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Getting started with LCC (Layout Command Control)

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Thanks again to Kiran for opening and guiding this clarification thread. I'm looking forward to learning more from you about this project. 🙂

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5 hours ago, roadstar_na6 said:

Coold you technically use LCC with a DC layout then?


Yes, absolutely. It's completely separate from how you power and control your trains. As far as I know you can also use a loconet system to control your layout without actually having a DCC control center or cabs. You would just need a loconet to computer interface and a simple 12 Volt power supply. 

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7 hours ago, roadstar_na6 said:

Coold you technically use LCC with a DC layout then?



LCC is separating layout activities from train activities. This means there is no association with the track, leaving the

track to operate as DCC or DC.


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Posted (edited)
3 hours ago, gavino200 said:


Thank you, and to clarify, likely redundantly like a five year old, Loconet is a two way communication system. The loconet devices do in fact send information from the periphery to the center. Specifically, with Loconet you don't have to set all the junctions a certain way every time, before you start? Am I right about that?


Another discussion point that I've encountered concerns the LCC protocol. Generally the LCC protocol is compared to DCC protocol in these discussions. But like you say, loconet has it's own protocol. For me any meaningful discussion of protocol should compare LCC protocol to loconet protocol. Furthermore, I was under the comfortable impression that if I used a control software package like JMRI or train controller, I would only really have to concern myself with learning the software interface, and not ever really need to understand the inner workings of it. Have I been naive about that?





The protocol is a type of rule or language that an electronic device uses. These rules enables the device to interpret the 1's and 0's. The Ones and Zeros are formulated into

commands strings.



This is an actual Loconet command to throw switch address 500


The command station will send a series of ones and zeros over the Loconet bus.


1011 0000  0111 0011 0011 0011 0000 1111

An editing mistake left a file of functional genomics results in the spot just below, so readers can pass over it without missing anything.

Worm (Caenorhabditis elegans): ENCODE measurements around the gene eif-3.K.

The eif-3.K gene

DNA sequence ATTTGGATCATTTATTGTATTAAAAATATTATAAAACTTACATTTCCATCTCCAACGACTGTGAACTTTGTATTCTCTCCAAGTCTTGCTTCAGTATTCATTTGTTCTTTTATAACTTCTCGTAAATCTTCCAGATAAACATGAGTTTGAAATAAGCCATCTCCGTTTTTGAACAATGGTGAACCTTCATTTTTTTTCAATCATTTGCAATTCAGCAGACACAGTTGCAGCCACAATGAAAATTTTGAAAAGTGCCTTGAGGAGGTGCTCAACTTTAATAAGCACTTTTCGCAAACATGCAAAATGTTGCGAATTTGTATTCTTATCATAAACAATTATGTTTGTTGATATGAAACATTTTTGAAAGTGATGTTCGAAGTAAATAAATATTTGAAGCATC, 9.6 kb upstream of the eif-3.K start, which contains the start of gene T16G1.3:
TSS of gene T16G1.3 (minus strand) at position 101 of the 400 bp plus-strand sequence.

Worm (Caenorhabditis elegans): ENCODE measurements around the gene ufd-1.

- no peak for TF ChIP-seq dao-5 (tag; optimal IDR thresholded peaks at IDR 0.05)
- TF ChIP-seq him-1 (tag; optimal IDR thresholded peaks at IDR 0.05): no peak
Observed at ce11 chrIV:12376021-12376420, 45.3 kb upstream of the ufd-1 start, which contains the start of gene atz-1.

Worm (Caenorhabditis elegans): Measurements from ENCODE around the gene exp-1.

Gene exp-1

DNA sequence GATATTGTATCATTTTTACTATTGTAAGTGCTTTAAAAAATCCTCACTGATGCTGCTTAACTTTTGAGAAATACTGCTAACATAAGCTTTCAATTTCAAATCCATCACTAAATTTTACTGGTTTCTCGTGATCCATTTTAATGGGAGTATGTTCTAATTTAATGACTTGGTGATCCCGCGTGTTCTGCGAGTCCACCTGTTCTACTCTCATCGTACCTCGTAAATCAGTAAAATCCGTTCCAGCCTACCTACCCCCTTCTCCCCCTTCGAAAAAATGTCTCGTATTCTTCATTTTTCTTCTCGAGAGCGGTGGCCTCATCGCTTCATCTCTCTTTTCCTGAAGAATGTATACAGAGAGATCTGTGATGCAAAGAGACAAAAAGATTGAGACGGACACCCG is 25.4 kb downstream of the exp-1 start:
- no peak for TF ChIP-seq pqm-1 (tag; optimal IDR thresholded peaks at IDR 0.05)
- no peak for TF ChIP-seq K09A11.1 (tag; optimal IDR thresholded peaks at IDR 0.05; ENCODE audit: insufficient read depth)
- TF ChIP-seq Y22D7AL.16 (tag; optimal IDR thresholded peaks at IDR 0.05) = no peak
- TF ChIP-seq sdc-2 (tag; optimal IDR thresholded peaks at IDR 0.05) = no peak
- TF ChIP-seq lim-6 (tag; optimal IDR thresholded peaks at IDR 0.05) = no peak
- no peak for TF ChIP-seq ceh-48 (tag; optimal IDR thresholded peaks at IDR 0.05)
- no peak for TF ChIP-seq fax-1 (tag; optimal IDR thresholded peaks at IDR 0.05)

The device uses its protocol to formulate the data packet into a Hexadecimal string


B0 73 33 0F


The devices then looks up the Hex string and carries out the command.


JMRI helps us Interpret the Hex


We connect JMRI to the loconet bus so it can monitor and read the messages going across the Loconet bus.

Using the protocol as well JMRI can translate the message into a readable and graphical representation for us to



Raw screen capture


[B0 73 33 0F]  Requesting Switch at LT500 to Closed (Output On).


Graphical view





Setting Junctions


As you can see from above the layout can be configured the way you want. As JMRI starts up you can have it to

initiate the switches in the position you want.


I keep injecting Loconet into the conversation because it is the only real example we can use. In essence

LCC is an opensource version of Loconet.



Edited by inobu
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My experimental setup for block detection


I do apologize for not taking pictures as I was experimenting. I didn’t anticipate that I would be documenting this. Also, these are horrible wiring practices for a DCC layout. Don’t do this. Look at www.wiringfordcc.com for tips on wiring DCC layouts. The below is just a quick way to create a test layout for experimentation.


Using Unitrack S248 sections and S62 feeders, I created 4 blocks by replacing the unijoiners with insulated ones. I had a ton of Kato Unitrack feeder wires lying around and I also had a couple of Kato 3-way splitters. I used these to power all the 4 blocks. I had 4 feeder wires going to all 4 blocks.


I have to run one of the 2 feeder wires through the coil transformers. For consistency, I decided to use blue wire. Only 1 wire needs to go through the CT. These RR-Cirkits CTs do not require multiple loops. I cut the blue wire, ran it through the CT and used 3M Scotchlok 3 wire Insulation displacement connectors (IDCs) to make it whole again. The CTs have 2 solid wires. You need to connect a pair of twisted wires to these and run them to the BOD4-CP. I used Woodland Scenics JustPlug system plugs because they are easy to use but screw terminals work just fine. Polarity doesn’t matter. So you can use any color wires. You could strip the jacket of a CAT5 cable and use the 4 twisted pairs from it. That way you get wires with different colors. Being blind, I don’t care about colors. So I just use the same color :). BOD4-CP has 4 pairs of screw terminals and this is where these twisted wire pairs go. Notice the 4 screws next to the terminals? You can turn those with a Phillips screwdriver to adjust detection sensitivity.